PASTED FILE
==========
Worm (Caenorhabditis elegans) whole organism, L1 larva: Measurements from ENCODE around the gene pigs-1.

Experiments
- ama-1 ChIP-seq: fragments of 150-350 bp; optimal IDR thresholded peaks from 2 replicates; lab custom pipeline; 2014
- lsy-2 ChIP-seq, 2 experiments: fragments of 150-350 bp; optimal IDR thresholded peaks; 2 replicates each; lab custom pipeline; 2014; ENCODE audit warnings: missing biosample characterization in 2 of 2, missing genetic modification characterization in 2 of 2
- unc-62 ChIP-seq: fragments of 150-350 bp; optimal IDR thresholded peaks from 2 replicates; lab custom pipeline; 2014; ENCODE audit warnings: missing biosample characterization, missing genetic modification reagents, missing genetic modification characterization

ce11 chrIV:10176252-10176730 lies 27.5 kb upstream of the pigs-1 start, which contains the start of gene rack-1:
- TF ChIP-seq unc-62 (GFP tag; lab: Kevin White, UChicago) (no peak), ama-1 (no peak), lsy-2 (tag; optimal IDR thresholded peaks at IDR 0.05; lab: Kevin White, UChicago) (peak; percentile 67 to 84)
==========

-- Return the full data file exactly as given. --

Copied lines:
Worm (Caenorhabditis elegans) whole organism, L1 larva: Measurements from ENCODE around the gene pigs-1.

Experiments
- ama-1 ChIP-seq: fragments of 150-350 bp; optimal IDR thresholded peaks from 2 replicates; lab custom pipeline; 2014
- lsy-2 ChIP-seq, 2 experiments: fragments of 150-350 bp; optimal IDR thresholded peaks; 2 replicates each; lab custom pipeline; 2014; ENCODE audit warnings: missing biosample characterization in 2 of 2, missing genetic modification characterization in 2 of 2
- unc-62 ChIP-seq: fragments of 150-350 bp; optimal IDR thresholded peaks from 2 replicates; lab custom pipeline; 2014; ENCODE audit warnings: missing biosample characterization, missing genetic modification reagents, missing genetic modification characterization

ce11 chrIV:10176252-10176730 lies 27.5 kb upstream of the pigs-1 start, which contains the start of gene rack-1:
- TF ChIP-seq unc-62 (GFP tag; lab: Kevin White, UChicago) (no peak), ama-1 (no peak), lsy-2 (tag; optimal IDR thresholded peaks at IDR 0.05; lab: Kevin White, UChicago) (peak; percentile 67 to 84)